This wonderful photo depicts Amsterdam at the turn of the 20th century. It was taken from one of the canals–which one I’m not sure, as I don’t know Amsterdam that well–and shows how commerce was conducted in those days, with cargo being moved directly out of warehouses fronting the canals onto cargo boats. Note the private houses looking down onto the canal, and there’s a church in the center right. The church whose onion-topped tower is visible in the background is, I believe, the Ouderkirke, now famous for being the center of the “Red Light District.”
The European canal-based cities, like Amsterdam and Venice, could exist only in a few specific places where water levels could be counted on to be stable. In the era of climate change this is achievable only by artificial means, and much of the romance of the canal cities is today preserved as cultural heritage rather than as day-to-day life.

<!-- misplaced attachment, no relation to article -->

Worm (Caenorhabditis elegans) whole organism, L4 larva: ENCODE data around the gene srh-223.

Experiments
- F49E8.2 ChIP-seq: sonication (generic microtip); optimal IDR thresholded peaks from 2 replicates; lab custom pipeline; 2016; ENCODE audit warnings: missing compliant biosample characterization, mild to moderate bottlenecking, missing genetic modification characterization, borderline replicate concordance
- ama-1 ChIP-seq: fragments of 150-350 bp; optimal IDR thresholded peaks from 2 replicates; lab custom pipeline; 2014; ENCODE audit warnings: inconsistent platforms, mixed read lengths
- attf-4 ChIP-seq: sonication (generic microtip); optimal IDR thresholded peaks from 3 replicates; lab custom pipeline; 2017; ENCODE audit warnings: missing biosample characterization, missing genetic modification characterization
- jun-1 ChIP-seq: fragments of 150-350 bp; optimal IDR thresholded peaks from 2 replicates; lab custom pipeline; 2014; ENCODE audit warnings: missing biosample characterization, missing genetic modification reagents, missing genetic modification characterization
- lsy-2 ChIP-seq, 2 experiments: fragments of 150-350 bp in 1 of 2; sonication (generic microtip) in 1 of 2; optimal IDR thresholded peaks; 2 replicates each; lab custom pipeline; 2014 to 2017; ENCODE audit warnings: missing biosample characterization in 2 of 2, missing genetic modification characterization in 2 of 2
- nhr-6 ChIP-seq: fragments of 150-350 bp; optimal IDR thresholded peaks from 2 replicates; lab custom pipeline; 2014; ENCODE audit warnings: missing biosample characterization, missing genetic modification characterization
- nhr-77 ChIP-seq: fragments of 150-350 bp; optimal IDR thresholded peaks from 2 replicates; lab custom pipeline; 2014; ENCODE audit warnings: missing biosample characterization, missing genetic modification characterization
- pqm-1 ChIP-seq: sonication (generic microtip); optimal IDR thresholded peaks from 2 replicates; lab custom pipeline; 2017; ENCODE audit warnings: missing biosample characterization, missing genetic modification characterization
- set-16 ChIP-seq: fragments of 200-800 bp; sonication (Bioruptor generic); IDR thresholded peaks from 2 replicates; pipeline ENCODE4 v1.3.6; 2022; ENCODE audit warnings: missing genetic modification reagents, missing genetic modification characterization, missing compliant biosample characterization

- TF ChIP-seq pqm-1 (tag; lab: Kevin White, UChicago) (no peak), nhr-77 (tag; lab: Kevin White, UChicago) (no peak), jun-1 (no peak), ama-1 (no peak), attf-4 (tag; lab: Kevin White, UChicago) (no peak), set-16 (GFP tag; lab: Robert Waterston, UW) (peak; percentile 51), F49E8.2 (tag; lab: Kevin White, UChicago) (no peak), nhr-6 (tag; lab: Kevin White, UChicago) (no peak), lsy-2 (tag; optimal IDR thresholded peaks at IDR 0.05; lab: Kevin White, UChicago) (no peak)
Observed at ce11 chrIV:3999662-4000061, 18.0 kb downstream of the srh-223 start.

This picture is another chromolithograph, of which I’ve featured several in the past few months. I love these photos because they show a tremendous amount of detail in a way that we’re not used to seeing in ancient photographs. Though artificially colorized by hand, the original resolution of the photo is still high enough to convey a lot of interesting details about what Amsterdam was like in 1900.
Just by way of comparison, below is a photograph taken 103 years later, of (I believe) the same church steeple, but from a different angle. This is me and a friend just after Wacken 2003. It’s amazing how much these old cities change–and stay the same. (Note my cool Edguy shirt!)